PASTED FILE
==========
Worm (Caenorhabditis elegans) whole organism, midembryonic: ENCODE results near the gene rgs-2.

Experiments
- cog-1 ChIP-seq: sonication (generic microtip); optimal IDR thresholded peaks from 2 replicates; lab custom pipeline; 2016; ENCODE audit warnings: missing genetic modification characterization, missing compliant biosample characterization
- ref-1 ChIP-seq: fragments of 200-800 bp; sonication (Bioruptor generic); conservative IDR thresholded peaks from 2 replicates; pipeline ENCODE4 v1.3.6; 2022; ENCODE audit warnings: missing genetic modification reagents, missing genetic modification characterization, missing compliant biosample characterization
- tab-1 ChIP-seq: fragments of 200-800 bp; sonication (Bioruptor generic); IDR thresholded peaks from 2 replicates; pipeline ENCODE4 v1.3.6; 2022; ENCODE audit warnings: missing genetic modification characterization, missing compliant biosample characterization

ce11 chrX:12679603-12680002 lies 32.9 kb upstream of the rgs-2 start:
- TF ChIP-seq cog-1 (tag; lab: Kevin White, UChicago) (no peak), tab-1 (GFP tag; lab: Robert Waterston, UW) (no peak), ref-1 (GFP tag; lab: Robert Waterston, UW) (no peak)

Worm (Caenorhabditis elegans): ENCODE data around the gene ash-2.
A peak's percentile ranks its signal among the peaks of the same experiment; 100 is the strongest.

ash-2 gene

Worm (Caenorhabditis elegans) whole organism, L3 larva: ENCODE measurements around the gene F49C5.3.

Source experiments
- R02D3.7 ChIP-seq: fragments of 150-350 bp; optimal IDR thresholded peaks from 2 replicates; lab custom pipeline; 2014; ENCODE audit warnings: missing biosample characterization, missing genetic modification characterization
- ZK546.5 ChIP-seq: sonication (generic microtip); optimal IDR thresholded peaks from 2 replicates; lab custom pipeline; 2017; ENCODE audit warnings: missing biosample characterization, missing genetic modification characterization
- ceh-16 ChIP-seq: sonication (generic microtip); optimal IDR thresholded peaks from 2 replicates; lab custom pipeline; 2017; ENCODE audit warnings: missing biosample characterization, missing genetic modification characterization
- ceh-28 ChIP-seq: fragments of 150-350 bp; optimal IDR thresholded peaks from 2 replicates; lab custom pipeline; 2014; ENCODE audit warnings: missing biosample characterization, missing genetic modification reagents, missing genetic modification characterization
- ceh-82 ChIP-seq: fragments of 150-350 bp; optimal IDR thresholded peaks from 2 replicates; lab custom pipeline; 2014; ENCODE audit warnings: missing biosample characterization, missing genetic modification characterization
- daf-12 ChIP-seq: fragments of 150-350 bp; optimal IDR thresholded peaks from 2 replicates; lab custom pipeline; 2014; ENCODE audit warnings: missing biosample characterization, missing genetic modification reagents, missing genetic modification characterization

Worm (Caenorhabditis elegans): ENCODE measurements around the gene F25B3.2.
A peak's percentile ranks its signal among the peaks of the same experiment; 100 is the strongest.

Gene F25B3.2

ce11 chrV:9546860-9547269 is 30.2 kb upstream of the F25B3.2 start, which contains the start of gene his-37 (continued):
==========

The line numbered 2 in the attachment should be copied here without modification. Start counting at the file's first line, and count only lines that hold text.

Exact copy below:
Experiments